Why are we allowing the BC Liberal government to hijack our education system to provide workers for the fracking industry at a time when climate change, caused by massive emissions of greenhouse gases, is already wreaking havoc in the lives of millions of people around the planet?
Why we are funnelling our children toward an industry that is associated with environmental death and destruction, an industry that has a long track record of contaminating waterways?
I can understand why adults who already work in oil and gas industries would continue to do so, but why, at a time when there are viable alternative energy industries, are we not preparing our children to live in an age of climate change?
Evidence that the BC Skills for Jobs Blueprint is nothing more than a fracking industry recruitment drive is abundantly clear in the LNG seminars that are currently touring our province. Designed to spin all the benefits of the fracking industry, there will be a lot that will not be mentioned in the presentations to our children.
Groundwater being contaminated by undisclosed chemicals won’t be mentioned. The folly of pursuing training for a single industry won’t be mentioned either. And certainly the fact that fracking wells leak dangerous methane gases daily, won’t be mentioned.
What will be mentioned is how much money our children will make in the jobs not taken by the many Temporary Foreign Workers we are to expect.
But even when money is the topic, what won’t be mentioned is how many billions oil and gas corporations will make and how little of that will actually be collected in taxes, how little they will pay for the extraction of our collective resources and the destruction of our environment.
Why are we standing by while profit is prioritized above ensuring there is a livable planet for our children?
With the money that they will earn, where will our children go to buy a new planet once the oil and gas industry has destroyed the possibility of human life on this one?
Why is it so difficult for people to understand that we are not in the environment, that the environment is in us.
Whatever we put into our water, we put into our bodies.
Whatever we put into the air, we put into our bodies.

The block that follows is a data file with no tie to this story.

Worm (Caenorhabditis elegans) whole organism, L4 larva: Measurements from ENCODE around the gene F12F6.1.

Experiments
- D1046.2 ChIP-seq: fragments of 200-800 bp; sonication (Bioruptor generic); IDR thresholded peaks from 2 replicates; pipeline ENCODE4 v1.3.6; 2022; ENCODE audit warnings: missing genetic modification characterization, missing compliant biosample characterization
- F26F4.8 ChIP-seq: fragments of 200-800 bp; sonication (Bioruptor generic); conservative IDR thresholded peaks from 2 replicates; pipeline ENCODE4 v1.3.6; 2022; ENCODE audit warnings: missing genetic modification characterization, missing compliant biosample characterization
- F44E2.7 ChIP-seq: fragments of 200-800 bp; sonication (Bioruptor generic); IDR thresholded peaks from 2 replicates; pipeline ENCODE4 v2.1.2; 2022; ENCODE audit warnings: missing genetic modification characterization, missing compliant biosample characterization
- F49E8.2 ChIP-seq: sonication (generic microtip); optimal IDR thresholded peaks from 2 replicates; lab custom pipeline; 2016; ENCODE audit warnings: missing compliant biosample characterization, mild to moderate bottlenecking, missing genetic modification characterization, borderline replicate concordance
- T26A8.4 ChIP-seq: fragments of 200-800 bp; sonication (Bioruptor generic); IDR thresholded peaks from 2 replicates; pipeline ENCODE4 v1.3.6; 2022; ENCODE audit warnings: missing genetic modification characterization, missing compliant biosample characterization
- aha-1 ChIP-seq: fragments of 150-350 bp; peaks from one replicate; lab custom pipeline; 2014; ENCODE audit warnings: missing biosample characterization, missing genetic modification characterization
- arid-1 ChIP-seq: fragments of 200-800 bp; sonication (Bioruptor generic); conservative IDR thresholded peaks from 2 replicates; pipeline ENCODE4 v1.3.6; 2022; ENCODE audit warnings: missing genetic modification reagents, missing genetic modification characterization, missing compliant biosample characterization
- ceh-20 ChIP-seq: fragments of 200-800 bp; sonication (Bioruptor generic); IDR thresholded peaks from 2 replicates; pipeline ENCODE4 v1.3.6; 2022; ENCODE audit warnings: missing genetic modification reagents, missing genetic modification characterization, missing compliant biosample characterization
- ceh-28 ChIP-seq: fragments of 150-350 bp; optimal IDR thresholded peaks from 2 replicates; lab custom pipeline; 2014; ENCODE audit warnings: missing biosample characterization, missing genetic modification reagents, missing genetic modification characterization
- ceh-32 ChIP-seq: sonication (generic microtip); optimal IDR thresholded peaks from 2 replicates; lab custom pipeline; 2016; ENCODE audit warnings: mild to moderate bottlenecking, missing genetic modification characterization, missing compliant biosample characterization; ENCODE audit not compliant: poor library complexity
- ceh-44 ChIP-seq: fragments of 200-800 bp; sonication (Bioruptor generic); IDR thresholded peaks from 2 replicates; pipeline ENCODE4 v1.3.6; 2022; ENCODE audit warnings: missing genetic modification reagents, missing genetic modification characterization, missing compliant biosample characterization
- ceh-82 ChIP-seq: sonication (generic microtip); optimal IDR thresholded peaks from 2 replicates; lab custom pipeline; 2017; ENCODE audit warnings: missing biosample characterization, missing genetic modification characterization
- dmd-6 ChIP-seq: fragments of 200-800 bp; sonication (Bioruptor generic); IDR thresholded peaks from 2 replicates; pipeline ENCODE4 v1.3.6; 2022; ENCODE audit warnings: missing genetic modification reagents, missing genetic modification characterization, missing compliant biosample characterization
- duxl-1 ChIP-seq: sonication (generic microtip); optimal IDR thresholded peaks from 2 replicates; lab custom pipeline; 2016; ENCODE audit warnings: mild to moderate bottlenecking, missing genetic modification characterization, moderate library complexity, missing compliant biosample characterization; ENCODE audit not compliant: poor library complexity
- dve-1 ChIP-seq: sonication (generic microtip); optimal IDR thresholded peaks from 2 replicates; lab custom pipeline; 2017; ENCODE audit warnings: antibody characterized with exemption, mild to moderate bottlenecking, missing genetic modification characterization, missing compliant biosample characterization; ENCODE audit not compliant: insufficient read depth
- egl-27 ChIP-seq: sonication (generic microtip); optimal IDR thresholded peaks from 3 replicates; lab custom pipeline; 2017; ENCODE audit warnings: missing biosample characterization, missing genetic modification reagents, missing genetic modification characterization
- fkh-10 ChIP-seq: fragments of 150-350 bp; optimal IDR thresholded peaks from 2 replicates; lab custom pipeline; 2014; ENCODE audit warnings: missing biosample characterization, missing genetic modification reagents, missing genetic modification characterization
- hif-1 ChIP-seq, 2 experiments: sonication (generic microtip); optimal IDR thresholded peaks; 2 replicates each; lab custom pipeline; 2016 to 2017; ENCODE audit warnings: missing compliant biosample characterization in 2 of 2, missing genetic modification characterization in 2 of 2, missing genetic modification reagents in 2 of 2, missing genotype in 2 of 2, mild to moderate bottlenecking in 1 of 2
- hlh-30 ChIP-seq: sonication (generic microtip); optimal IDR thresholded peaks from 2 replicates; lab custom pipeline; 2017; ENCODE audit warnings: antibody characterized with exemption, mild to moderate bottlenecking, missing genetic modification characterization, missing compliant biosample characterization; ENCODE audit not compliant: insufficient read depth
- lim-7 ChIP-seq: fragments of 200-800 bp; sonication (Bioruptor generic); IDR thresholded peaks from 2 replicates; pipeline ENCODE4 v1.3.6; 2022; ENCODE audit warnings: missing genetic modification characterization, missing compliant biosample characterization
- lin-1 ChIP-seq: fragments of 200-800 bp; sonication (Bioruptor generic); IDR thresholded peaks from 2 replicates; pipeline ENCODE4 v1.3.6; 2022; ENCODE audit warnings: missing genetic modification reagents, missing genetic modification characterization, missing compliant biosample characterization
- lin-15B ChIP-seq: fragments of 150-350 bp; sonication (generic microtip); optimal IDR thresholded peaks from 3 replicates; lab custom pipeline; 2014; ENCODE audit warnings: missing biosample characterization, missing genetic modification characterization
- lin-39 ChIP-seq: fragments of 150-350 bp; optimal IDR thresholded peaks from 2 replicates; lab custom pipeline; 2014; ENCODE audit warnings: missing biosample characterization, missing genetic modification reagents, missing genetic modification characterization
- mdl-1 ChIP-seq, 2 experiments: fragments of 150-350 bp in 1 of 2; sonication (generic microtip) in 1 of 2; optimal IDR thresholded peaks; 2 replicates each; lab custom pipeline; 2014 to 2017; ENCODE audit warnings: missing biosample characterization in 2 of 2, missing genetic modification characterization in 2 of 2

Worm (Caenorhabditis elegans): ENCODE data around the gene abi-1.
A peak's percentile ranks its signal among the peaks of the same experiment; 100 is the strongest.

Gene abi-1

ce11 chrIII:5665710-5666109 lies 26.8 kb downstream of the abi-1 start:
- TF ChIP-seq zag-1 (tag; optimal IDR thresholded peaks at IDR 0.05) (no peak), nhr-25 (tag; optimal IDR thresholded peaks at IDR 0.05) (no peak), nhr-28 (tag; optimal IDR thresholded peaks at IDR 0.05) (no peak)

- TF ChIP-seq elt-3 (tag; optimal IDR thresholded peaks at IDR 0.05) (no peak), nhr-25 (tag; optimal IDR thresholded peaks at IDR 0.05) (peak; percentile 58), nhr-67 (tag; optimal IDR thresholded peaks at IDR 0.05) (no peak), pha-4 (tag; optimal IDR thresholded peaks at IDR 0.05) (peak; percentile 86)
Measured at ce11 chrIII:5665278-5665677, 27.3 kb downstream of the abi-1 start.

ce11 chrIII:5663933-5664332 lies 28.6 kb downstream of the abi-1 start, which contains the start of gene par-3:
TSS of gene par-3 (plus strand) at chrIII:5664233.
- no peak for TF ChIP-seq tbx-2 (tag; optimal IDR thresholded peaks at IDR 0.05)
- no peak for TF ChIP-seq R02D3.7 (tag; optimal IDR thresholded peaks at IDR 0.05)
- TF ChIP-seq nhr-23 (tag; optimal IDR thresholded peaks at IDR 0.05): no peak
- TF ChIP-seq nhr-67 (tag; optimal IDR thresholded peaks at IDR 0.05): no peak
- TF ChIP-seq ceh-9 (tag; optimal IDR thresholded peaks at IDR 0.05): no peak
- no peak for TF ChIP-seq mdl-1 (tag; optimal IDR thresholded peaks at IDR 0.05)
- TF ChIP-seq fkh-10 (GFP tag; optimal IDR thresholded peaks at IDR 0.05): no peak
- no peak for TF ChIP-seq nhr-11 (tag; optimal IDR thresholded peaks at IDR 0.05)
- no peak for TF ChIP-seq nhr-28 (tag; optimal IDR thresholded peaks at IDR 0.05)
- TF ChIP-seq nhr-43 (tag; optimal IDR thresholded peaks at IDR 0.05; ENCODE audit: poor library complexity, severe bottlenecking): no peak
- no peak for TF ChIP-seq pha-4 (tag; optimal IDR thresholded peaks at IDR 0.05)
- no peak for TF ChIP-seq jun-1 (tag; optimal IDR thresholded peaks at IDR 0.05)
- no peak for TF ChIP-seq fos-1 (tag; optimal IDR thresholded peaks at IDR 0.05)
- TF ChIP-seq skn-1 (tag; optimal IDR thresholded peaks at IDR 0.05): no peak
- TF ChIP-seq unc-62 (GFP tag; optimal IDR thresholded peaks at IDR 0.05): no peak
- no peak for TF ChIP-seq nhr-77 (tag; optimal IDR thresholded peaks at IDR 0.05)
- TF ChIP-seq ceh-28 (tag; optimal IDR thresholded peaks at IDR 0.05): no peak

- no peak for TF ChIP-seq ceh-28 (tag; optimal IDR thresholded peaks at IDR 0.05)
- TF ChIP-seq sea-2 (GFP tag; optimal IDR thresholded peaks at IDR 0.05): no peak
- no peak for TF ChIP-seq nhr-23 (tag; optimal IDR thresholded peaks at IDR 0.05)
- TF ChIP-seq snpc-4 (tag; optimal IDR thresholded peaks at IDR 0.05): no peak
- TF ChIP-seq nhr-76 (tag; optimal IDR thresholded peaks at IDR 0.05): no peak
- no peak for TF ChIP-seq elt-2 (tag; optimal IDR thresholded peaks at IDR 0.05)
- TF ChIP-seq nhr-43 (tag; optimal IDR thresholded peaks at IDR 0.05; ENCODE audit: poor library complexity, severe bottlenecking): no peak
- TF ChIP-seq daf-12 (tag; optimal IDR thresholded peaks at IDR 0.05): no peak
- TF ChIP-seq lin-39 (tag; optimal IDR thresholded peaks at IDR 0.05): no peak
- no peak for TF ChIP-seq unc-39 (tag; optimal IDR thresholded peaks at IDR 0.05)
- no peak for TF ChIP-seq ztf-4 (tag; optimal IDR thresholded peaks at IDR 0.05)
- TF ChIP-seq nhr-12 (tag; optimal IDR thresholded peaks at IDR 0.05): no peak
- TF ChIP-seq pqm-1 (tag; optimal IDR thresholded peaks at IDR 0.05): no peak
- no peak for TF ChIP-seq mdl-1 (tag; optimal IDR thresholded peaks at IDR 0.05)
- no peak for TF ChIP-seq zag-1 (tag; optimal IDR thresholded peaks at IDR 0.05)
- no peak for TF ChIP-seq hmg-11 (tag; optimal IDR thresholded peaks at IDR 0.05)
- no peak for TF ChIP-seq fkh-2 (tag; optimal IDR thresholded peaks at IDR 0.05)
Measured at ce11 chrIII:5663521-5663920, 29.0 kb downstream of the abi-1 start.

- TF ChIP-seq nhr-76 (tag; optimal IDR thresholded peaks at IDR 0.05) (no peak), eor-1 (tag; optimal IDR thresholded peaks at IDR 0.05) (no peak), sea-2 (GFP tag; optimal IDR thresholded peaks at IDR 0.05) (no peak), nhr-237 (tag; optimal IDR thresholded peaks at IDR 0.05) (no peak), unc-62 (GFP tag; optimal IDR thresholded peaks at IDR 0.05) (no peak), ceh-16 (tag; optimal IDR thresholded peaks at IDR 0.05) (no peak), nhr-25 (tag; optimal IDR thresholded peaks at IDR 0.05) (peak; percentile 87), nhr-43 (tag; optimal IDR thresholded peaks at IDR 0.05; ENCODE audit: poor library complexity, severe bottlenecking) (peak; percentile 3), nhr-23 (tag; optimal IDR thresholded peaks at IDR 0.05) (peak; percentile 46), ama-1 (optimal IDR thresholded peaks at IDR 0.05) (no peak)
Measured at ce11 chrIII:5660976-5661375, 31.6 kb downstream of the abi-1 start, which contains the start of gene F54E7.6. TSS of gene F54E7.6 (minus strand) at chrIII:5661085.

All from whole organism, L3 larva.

Whatever we put into the soil, we put into our bodies.
Is the fact that there are PCBs and other pesticides in the breastmilk of nursing mothers not enough to cause us to pause and to reflect upon what we are doing in the name of the economy?
There can be no economy if there is no healthy environment.
Our children are entering a world they did not create. What kind of world is our education preparing them for?
When enormous resources are being spent in a spin machine that is trying to persuade our children that the only viable option for employment is an industry that destroys the environment, what are we doing?
Why are we not insisting that our children are trained for skills in green technology industries? Why are we not demanding that our governments follow the example of countries like Denmark that are rapidly moving away from fossil fuel dependence?
Why not teach our children a new way of being in the world, a way of living that does not destroy what our lives depend on?
Why are we fracking our children’s future?
Would a poem elucidate our options more clearly?
The Ark of Consequence by Marge Piercy
The classic rainbow shows an arc,
a bridge strung in thinning clouds,
but I have seen it flash a perfect circle,
rising and falling and rising again
through the octave of colours,
a sun shape rolling like a wheel of light.
Commonly it is a fraction of a circle,
a promise only partial, not a banal
Sign of safety like a smile pin,
that rainbow cartoon affixed to vans
and baby carriages. No, it promises
only, this world will not self-destruct.
Account the rainbow a boomerang of liquid
light, foretelling rather that what we
toss out returns in the water table;
flows from the faucet into our bones.
What we shoot up into orbit falls
to earth one night through the roof.
Think of it as a promise that what
we do continues in an arc
of consequence, flickers in our
children’s genes, collects in each
spine and liver, gleams in the apple,
coats the down of the drowning auk.
When you see the rainbow iridescence
shiver in the oil slick, smeared
on the waves of the poisoned river,
shudder for the covenant broken, for we
are given only this floating round ark
with the dead moon for company and warning.
From Mars and Her Children, Knopf, 1992